"Ladies and Gentlemen, my name is Tina, and I'm homeless," began Tina's plea to yet another captive audience on the Lexington Avenue subway.
In her borrowed Con Edison jacket she seemed to embody the hapless invincibility of that tragi-comic utility. The jacket and her formalized manner gave her the emotional edge she needed to publicize her fate. Yet, there was something almost silly about a beggar wearing the uniform of the nation's largest electric company. I felt I was in a softer-than-life New Yorker cartoon where middle class experiences are filtered through the mannered excesses of contemporary speech. So the caption for this scene might read: "Hello, my name is Tina and I'll be your panhandler."
Her most proximate abutters were two middle class women also discussing real estate; and two decidedly non-middle class guys who smirked at her.
"Well, my name is Joey," one of them shouted, "and why should I give you money to buy drugs?"
Tina's inaudible retort caused Joey to draw himself up to his full if inconsiderable height and declare proudly, "I am not a drug dealer. I am a drug user!" He waived a woozy high five in the direction of his friend. Point, set and match, I thought.
"But you and Jim each have such great apartments," said one of the young women, oblivious to what I thought was a scene.
"Yes," nodded Jim's fiancée, "but we really want a place of our own, something we bought together. You know how it is." Her friend nodded back. They nodded at each other. I nodded.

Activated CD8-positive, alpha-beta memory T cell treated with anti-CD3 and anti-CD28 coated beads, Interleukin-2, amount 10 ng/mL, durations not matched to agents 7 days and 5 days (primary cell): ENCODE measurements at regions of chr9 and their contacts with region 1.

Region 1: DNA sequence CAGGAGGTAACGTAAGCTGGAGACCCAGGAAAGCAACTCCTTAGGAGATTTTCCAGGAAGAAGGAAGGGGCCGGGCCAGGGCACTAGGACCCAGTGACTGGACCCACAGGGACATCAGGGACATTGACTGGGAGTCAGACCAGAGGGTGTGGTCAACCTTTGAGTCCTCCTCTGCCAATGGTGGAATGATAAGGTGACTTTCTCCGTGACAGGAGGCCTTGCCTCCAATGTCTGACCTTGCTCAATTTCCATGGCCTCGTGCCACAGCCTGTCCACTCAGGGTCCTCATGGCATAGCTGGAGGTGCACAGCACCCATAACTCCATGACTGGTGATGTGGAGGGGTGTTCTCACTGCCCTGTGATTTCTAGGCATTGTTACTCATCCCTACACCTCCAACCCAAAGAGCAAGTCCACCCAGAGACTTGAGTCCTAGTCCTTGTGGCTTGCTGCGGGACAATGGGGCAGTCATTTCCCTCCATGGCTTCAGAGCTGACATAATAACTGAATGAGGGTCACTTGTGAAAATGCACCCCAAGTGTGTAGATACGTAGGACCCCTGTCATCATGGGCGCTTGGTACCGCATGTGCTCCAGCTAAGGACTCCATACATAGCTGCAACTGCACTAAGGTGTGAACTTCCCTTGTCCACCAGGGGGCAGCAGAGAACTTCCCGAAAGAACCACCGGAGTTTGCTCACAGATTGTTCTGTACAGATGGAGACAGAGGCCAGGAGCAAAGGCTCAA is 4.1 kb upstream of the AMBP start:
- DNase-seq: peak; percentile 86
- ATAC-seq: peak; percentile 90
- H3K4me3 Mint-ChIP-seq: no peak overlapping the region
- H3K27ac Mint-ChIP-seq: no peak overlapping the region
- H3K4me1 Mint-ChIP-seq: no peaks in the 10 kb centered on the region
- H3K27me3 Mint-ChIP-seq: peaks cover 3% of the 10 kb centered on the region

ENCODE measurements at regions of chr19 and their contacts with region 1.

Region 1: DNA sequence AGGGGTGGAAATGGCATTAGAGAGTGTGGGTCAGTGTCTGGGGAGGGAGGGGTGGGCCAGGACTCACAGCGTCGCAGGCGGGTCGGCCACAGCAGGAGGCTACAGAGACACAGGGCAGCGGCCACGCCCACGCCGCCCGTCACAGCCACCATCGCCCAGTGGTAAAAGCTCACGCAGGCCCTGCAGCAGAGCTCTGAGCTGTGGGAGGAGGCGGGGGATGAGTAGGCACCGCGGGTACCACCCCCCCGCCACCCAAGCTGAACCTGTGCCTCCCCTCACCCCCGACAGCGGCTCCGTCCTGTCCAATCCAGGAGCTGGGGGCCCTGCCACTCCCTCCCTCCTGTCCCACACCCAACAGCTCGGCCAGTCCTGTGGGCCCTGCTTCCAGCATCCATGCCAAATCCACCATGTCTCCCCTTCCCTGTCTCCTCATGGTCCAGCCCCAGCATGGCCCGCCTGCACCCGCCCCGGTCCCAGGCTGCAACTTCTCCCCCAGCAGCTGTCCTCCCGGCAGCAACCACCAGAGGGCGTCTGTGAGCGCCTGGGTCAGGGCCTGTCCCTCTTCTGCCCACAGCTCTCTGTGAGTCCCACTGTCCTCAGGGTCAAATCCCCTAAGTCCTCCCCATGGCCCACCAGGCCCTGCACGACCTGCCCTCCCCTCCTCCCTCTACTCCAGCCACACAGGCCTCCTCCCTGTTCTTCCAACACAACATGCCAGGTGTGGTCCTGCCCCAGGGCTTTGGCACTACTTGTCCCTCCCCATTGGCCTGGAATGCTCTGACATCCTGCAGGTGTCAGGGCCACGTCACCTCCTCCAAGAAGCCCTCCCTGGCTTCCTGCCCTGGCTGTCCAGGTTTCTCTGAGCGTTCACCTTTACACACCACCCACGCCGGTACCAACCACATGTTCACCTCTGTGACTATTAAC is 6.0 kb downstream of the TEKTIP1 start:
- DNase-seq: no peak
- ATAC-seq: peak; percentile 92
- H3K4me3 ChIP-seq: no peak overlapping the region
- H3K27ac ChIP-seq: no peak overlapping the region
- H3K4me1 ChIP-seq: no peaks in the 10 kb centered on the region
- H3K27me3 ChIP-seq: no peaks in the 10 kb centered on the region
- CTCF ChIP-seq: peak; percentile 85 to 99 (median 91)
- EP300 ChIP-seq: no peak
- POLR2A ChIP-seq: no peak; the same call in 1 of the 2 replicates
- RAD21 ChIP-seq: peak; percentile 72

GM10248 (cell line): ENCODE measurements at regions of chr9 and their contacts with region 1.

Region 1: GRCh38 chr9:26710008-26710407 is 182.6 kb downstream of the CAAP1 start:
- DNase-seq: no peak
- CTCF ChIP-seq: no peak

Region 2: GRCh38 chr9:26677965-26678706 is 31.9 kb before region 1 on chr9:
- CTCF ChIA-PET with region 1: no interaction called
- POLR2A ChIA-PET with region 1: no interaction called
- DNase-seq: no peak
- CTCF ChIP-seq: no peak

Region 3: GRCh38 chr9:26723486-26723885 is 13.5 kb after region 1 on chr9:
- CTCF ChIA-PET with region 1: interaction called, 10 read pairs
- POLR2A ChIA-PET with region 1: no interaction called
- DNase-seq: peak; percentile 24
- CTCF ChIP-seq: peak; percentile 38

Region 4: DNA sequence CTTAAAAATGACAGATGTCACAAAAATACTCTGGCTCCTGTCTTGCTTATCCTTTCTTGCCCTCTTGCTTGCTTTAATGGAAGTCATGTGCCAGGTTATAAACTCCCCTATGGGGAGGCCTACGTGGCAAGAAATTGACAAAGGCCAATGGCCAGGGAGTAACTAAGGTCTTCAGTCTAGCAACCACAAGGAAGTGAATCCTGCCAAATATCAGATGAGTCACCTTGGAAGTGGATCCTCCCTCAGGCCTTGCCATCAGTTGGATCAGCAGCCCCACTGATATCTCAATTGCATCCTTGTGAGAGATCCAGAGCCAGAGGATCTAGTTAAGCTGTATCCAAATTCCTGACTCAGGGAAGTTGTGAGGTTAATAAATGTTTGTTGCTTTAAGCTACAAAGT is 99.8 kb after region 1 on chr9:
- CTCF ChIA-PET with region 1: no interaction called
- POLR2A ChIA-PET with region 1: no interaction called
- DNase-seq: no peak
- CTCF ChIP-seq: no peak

Tina resumed her speech. Joey contemplated his bottle.
Suddenly, Jim's fiancée looked at Joey and said, "I know you, don't I?"
Joey and I looked at her as if she were crazy.
"I think we met at a party," she continued casually.
At the telescoped end of the class tunnel was a beam of focused light; a social path illuminated. A shot.
Joey stole a glimpse of his reflection in the window, taking inventory. It reminded me of the first time I put on fancy clothes and saw myself in the mirror. Again, a silly caption suggested itself: "The inner child spies the outer adult."
This was fun.
Joey tested the social waters as a peer and attempted small talk with Jim's fiancée. But his shell, honed by social friction at the boundaries of his limited circles, was gone. He had lost his edge, and as his repartee failed, their class positions calcified and they returned to their respective conversational corners.
"The downpayment's a killer, but Jim's parents will help us out," were her parting words as she and her friend found their way around the desperately unperturbable Tina.
"What's wrong with telling a girl she's pretty? Tell me, since when is that a crime?" spat out Joey to his friend, as Tina, oblivious to what I thought was a scene, collected a few dollars towards her downpayment.
Joey had retreated into the hostility of the slouch,
the comfort of the bottle, and the security of the sexist remark. He had been, for a period of time measurable in units of hope, inside her circle; vulnerable. And he had been disarmed, exposed.
In a lifetime of joyless, pointless travel; a lifetime of long stops and self doubt, this may have been his most sorrowful ride.